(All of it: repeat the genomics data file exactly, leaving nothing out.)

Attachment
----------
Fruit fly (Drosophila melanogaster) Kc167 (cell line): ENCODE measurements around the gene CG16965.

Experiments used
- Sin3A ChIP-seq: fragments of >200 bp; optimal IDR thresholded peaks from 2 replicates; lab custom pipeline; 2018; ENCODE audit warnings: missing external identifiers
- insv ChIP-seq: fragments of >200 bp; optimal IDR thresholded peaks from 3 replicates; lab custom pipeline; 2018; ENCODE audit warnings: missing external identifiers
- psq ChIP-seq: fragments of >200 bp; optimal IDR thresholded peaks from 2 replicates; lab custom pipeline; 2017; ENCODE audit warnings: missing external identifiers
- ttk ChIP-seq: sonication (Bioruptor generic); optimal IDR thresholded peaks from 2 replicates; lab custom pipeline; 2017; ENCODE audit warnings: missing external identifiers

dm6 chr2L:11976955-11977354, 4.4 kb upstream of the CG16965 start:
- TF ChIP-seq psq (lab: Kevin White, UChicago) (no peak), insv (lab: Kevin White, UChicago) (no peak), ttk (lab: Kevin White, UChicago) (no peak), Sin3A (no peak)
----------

Fruit fly (Drosophila melanogaster) Kc167 (cell line): ENCODE measurements around the gene CG16965.

Experiments used
- Sin3A ChIP-seq: fragments of >200 bp; optimal IDR thresholded peaks from 2 replicates; lab custom pipeline; 2018; ENCODE audit warnings: missing external identifiers
- insv ChIP-seq: fragments of >200 bp; optimal IDR thresholded peaks from 3 replicates; lab custom pipeline; 2018; ENCODE audit warnings: missing external identifiers
- psq ChIP-seq: fragments of >200 bp; optimal IDR thresholded peaks from 2 replicates; lab custom pipeline; 2017; ENCODE audit warnings: missing external identifiers
- ttk ChIP-seq: sonication (Bioruptor generic); optimal IDR thresholded peaks from 2 replicates; lab custom pipeline; 2017; ENCODE audit warnings: missing external identifiers

dm6 chr2L:11976955-11977354, 4.4 kb upstream of the CG16965 start:
- TF ChIP-seq psq (lab: Kevin White, UChicago) (no peak), insv (lab: Kevin White, UChicago) (no peak), ttk (lab: Kevin White, UChicago) (no peak), Sin3A (no peak)